Basic aerobic fitness is necessary, whether you’re trying out a new 10km or challenging your personal best. A strong heart can help protect you against exhaustion and aid with recovery. Despite the benefits, it’s important to progressively increase the intensity of your cardio training. It’s not always easy to feel that you’re working too hard, especially when you’re competing with yourself here.

To run safe while tracking progress, having a HR monitor on hand can help you gauge which heart rate zones you’re working in. There is an entourage of HR monitors out there, from basic ones (that just do what they’re called) and those that come with an accessory of additional features. But before you go out and wreck your wallet getting one, let’s get some facts right.

Source: NASM Blog

TRUE OR FALSE: Resting HR is a good indicator of physical fitness.

True. As you train more, your heart becomes more efficient. It requires a lower beats per minute to deliver the same amount of blood through your body. For most people, the normal resting HR is about 60 to 90 bpm. For more trained athletes, it can go 10 to 20 bpm lower. The best time to capture resting HR is in the lingering minutes when you just awake from sleep. Those HRM (heart rate monitors) that help you track sleep patterns and capture HR during those times would be great.

TRUE OR FALSE: Your max HR decreases with age.

True. As you age, the upper limit of your HR declines. Scientifically, it’s because aging depresses the spontaneous electrical activity of the heart’s natural pacemaker, the sinoatrial node. If you’re the kind who continues pushing with every birthday you celebrate, it’s going to be important to watch how hard you’re pushing yourself. Some HRM allow you to set HR zones, while others allow you to set upper HR limits. Those might be useful for the more cautious ones. Otherwise, you can simply refer to your HRM during workouts.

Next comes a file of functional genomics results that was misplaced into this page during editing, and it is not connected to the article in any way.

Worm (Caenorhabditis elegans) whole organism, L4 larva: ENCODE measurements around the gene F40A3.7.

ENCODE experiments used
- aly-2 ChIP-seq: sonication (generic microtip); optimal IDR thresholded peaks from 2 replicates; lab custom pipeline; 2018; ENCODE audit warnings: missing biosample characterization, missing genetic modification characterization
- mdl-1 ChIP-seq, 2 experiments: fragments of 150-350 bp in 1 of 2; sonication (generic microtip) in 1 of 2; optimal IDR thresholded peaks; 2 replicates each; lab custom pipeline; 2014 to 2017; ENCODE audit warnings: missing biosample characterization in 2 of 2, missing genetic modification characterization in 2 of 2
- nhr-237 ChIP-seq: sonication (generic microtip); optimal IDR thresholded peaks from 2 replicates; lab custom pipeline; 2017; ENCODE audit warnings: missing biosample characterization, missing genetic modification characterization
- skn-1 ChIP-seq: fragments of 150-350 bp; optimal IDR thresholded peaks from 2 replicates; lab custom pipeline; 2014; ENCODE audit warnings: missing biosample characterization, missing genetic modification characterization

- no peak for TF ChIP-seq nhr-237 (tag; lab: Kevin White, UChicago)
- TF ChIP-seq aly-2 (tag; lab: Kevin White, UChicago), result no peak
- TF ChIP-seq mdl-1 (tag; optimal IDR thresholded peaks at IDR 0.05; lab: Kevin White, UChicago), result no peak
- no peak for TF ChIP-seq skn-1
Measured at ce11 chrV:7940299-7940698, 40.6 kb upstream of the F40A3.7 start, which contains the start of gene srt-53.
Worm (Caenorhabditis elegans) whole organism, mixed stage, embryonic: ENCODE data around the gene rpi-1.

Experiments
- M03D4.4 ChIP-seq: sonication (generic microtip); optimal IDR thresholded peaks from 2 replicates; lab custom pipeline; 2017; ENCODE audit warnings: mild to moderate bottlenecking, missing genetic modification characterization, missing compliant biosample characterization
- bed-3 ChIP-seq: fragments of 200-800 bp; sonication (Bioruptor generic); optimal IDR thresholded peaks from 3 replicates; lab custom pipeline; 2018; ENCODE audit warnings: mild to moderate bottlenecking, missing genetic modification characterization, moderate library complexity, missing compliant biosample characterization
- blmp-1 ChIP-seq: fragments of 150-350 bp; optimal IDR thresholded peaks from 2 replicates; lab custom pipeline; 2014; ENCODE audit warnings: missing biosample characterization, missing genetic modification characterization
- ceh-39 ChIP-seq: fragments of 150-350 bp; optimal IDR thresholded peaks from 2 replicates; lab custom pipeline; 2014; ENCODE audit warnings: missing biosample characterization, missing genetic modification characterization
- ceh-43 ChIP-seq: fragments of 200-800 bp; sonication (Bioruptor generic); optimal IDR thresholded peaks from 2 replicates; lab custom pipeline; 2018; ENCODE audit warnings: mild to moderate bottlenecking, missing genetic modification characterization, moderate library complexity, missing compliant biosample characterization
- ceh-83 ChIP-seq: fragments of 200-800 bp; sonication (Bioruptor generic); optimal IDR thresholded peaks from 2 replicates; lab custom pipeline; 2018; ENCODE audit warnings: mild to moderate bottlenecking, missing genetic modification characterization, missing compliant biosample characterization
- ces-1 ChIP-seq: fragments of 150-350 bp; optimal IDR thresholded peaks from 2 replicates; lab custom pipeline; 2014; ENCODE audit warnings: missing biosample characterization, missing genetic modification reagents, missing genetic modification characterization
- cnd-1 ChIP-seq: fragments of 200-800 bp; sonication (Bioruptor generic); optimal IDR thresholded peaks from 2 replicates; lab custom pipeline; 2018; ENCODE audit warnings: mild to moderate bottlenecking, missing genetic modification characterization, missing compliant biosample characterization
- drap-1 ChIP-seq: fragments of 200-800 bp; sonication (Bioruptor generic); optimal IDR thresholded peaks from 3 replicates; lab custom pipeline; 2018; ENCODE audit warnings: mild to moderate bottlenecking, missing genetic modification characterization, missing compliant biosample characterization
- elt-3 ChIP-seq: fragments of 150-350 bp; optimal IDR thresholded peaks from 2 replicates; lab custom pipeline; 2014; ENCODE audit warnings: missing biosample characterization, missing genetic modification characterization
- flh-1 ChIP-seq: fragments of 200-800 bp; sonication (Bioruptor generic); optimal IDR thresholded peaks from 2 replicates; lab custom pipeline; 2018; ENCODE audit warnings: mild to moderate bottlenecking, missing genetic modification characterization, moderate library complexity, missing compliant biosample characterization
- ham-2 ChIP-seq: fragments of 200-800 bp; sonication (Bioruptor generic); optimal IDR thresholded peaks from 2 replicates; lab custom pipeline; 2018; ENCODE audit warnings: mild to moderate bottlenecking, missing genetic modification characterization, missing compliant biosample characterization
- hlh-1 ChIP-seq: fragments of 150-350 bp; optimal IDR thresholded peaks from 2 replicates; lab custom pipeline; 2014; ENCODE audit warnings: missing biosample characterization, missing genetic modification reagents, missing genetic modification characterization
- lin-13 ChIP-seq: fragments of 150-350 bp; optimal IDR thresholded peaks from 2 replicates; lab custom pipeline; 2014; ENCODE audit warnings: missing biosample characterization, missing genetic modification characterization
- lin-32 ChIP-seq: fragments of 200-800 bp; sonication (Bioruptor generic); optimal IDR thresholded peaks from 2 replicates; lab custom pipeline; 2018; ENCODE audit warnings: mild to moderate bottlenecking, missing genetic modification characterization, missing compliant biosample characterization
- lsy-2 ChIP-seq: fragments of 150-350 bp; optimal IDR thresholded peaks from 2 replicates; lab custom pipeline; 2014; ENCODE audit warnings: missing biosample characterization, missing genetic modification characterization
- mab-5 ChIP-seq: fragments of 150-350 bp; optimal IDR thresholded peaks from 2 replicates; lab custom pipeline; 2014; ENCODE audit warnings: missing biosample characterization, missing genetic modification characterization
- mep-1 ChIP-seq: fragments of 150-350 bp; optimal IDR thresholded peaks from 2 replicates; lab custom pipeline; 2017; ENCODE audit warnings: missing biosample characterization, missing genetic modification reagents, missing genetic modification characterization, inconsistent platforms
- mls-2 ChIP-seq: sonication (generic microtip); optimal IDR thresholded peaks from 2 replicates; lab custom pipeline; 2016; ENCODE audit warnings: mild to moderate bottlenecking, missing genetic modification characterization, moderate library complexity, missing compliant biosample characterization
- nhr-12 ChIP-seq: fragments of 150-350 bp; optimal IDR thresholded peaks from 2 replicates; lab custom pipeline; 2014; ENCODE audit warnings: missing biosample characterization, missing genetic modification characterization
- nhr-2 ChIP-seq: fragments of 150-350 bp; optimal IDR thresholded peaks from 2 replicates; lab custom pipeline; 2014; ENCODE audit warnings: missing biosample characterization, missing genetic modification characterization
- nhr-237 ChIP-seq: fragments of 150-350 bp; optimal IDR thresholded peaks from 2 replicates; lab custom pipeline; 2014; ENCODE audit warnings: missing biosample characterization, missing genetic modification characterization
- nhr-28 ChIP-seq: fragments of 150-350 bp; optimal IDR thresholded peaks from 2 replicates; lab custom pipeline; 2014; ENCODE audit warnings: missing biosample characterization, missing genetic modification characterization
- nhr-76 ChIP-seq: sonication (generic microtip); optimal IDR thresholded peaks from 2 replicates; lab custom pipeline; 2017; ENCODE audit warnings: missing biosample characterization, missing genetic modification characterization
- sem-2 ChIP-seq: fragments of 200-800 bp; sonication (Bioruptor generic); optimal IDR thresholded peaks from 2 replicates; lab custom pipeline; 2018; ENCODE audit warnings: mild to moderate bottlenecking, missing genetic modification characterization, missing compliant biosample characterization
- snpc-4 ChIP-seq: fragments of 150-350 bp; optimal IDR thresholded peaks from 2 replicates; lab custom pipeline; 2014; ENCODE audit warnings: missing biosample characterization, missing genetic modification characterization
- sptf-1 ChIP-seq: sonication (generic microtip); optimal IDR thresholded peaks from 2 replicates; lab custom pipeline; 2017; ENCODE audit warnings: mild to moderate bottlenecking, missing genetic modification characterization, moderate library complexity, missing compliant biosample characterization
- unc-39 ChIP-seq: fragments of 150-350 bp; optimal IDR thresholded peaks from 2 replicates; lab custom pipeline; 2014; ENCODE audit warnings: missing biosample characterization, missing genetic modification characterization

TRUE OR FALSE: The harder you work, the more weight you lose.

False, false, false. I can’t emphasize this enough. It’s the net calorie intake that would determine whether you lose or gain weight. However, different HR zones would train you for different distances. That would ultimately affect your race performance. Matt Fitzgerald has an amazing book for that called “80/20 Running.” In which, he mentioned that distance runners should be doing 80% of their training at low intensity and only 20% at moderate-to-high intensity. That’s because when you want to train your muscles to resist fatigue, you’ve got to go slow to recruit the right hormones for that. Matt also mentioned that it’s easy for us to confuse our “habitual pace” with our “low intensity.” In this case, having a HRM on hand to give you quantitative gauge of your training progress would help.

Does everyone need a HRM?

Of course not! It’s really up to you to decide how much you’d like to invest into your training and we have great runners who train based on how their bodies feel. So we say: Read the facts above and then make your decision.